NSF had a stand at our event where attendees were asked for their responses to two key questions:

  • What GMP deficiencies are causing you the most anxiety?
  • What are the most likely root causes of these deficiencies?
Download this PDF to view the most popular answers to these questions, along with John Johnson's full statement on our networking event and current challenges to the UK pharmaceutical industry.

HRS will be organising more science events in the near future - If you would like to be considered as a guest speaker, or if you would like to suggest a topic of interest, please contact events@hyperec.com.

HRS: Who Are We?

The global recruitment industry is worth more than £300 billion - no wonder so many people want to become recruitment consultants!

But what does a recruitment consultant actually do? And what does it take to become one? Obviously, we at Hyper Recruitment Solutions know everything there is to know about this field, so let's answer those two questions now.

Overview

A recruitment consultant's main role is to match suitable candidates to temporary or permanent positions within client organisations. Recruitment consultants work hard to build positive relationships with companies in order to develop a deep understanding of their hiring needs - this helps us to find the right candidates to fill our clients' vacancies.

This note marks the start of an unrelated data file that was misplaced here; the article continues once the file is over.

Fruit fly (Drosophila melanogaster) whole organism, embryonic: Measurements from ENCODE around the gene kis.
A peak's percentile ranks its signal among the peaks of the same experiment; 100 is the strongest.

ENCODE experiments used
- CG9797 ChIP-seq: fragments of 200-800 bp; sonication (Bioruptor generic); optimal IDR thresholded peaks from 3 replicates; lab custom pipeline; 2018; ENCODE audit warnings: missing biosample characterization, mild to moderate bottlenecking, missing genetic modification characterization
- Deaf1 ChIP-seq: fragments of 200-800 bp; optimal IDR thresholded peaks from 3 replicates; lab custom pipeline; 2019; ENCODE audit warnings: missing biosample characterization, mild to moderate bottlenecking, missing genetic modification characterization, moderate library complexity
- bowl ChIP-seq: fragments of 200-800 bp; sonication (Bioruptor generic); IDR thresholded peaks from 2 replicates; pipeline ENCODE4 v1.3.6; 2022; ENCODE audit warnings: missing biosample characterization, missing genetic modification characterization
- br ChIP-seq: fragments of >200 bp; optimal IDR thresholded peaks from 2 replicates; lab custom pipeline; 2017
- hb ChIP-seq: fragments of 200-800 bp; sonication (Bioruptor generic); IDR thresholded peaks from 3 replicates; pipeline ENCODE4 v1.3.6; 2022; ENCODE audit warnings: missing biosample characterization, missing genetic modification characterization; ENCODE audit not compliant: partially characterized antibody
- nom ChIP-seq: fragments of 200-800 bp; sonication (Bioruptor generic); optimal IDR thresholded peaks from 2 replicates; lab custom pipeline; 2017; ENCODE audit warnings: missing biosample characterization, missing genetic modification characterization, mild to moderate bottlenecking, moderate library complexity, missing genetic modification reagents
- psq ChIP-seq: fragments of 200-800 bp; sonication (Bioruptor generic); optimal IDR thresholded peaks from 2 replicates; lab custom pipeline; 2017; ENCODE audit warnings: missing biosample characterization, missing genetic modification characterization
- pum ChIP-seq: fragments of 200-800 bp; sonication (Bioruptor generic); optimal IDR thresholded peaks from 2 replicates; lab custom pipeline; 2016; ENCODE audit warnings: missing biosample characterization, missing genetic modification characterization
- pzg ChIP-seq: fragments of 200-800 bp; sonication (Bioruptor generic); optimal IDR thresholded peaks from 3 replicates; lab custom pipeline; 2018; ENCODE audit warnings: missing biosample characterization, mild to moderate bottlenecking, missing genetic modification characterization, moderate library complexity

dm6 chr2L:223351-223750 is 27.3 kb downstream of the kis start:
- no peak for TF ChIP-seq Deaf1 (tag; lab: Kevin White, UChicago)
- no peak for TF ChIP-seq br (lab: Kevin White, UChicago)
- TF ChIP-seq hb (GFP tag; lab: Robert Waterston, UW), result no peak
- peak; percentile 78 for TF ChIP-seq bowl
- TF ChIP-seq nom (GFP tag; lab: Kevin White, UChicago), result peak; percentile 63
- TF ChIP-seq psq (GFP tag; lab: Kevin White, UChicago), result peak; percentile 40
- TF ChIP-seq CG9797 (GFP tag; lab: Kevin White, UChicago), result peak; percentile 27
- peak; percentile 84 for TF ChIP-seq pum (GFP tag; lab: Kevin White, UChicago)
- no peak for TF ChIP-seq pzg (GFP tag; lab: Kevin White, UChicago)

After identifying the right candidate for a role, the recruiter will conduct interviews, perform background checks, and ensure that both candidate and employer are a good fit for one another. Recruitment consultants also provide advice to both parties regarding training, salary, and career progression.

Responsibilities

As a recruitment consultant, you act as the crucial link between client companies and potential candidates. A recruiter's responsibilities are therefore varied and challenging. Here are just a few of them:

  • Using various marketing, networking, and business development techniques to attract attention from client companies

  • Identifying and approaching potential candidates

  • Preparing correspondence and documents (such as CVs and references) to send to clients

  • Meeting targets related to the number of candidates placed in suitable roles